Conflict wounds are a devastating reality for the 6,000 members of the British Armed Forces seriously injured in recent conflicts. These brave servicemen and women have returned to civilian life with significant physical and mental scarring.

Combat injuries like blast injuries, burns, shrapnel wounds, and limb loss all cause scarring, which impacts quality of life. Itching, loss of function, and pain are common. And research by King’s College London has shown that armed forces personnel injured in combat are 67% more likely to report feelings of depression, anxiety, and PTSD (KCL)

Conflict wounds also affect people outside of the armed forces. As the weapons of war change, more and more civilians are caught in the crossfire. Explosive weapons, like artillery shells and bombs, are hugely destructive - when these are used in populated areas, around 90% of those killed or injured are civilians. (INEW)

And it’s not just military personnel or civilians in living in conflict areas at risk of combat wounds. From 2011 to 2021, over 500 people in the UK were injured in terrorist incidents (Global Terrorism Database)

Future conflicts are expected to take place in unpredictable, potentially austere, and heavily contested spaces and involve more lengthy evacuations. The emergence of new weapons will likely result in more burns casualties – in addition to the gunshot and blast injuries we see in combat today.

Our Research

The Scar Free Foundation’s work on conflict wounds is pioneering and life changing.

In 2018, The Scar Free Foundation Centre for Conflict Wound Research was opened in Birmingham. This world-class research centre has a one focus – reduce the physical and psychological impact of scarring among servicemen and women and those injured in terrorist attacks.

The support from the Armed Forces community for the Centre has been overwhelming. We have a long-standing partnership with the CASEVAC Club - a members-only club for those seriously wounded in combat during recent conflicts in Iraq and Afghanistan.

These veterans continue to serve by contributing to studies and sharing their experiences with researchers. Their stories, and the stories of other veterans, help guide our research strategy. You can read more about the CASEVAC Club and their mission here: CASEVAC Club.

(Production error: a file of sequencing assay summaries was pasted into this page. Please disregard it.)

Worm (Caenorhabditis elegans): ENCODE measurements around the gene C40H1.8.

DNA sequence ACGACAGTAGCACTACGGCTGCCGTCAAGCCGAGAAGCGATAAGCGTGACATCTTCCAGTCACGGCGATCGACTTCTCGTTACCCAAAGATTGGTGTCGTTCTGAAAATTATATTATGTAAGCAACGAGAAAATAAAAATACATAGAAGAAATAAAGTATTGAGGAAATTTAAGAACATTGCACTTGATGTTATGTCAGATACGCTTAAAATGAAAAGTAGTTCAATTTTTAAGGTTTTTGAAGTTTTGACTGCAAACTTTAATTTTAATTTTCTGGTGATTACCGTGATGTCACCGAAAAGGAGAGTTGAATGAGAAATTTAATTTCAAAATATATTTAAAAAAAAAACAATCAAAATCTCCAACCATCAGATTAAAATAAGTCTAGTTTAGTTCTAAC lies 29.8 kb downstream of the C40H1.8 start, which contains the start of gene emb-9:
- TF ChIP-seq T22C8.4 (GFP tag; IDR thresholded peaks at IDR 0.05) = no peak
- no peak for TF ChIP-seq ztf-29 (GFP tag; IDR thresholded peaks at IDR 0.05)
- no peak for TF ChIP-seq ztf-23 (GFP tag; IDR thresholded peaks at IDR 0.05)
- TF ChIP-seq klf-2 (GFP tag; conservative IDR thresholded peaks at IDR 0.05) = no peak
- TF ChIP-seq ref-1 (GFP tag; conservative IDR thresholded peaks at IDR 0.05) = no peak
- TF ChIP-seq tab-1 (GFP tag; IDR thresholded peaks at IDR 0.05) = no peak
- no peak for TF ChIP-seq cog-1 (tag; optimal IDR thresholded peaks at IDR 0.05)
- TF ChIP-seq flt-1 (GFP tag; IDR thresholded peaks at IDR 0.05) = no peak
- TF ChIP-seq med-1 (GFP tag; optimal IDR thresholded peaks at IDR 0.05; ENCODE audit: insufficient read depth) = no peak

The Centre is based at the Queen Elizabeth Hospital, Birmingham, home of the Royal Centre for Defence Medicine. It was opened in November 2018 by the Foundation's Patron, Her Royal Highness Duchess of Edinburgh.

It was funded by The Chancellor using LIBOR funds. The £3 million grant was the largest announced in the final round of LIBOR funding. An extra £1.5 million was added by the Foundation’s partners, including the Ana Leaf Foundation and JP Moulton Charitable Foundation.

What we've done

So far, we have:

- Created tailored support materials for veterans with visible differences as a result of injuries in combat. Healthcare providers can use these resources to better support veterans’ mental health (UNITS: Understanding Needs & Interventions for the Treatment of Scarring)

- Promoted and improved a web app called ‘Revenite,’ designed to help veterans track rehabilitation and fitness (REVENITE)

- Progressed the development of an innovative new material that can be used in bandages. The material has unique properties – it does not get wet from blood, meaning it can slow blood loss and prevent infection (Novel haemostatic bandage)

What we want to do

Two research projects are currently underway at The Scar Free Foundation Centre for Conflict Wound Research, DeScar and SMOOTH.

Our Conflict Wound research priorities are:

1. Acute Wound Care and Diagnosis: we want to find new ways to assess wounds, mitigate infections, and develop new treatments

2. The Biology of Scarring: we want to develop our understanding of the wound micro-biome. We also want to understand the long-term effects of serious injuries, like accelerated aging and the influence of psychology on biology.

3. Life-Long Scarring Impacts, Revision & Rehabilitation: we want to ensure the best psychosocial outcomes for military personnel with appearance-altering injuries by growing our understanding of the lifelong impacts of limb amputation and prosthetic use.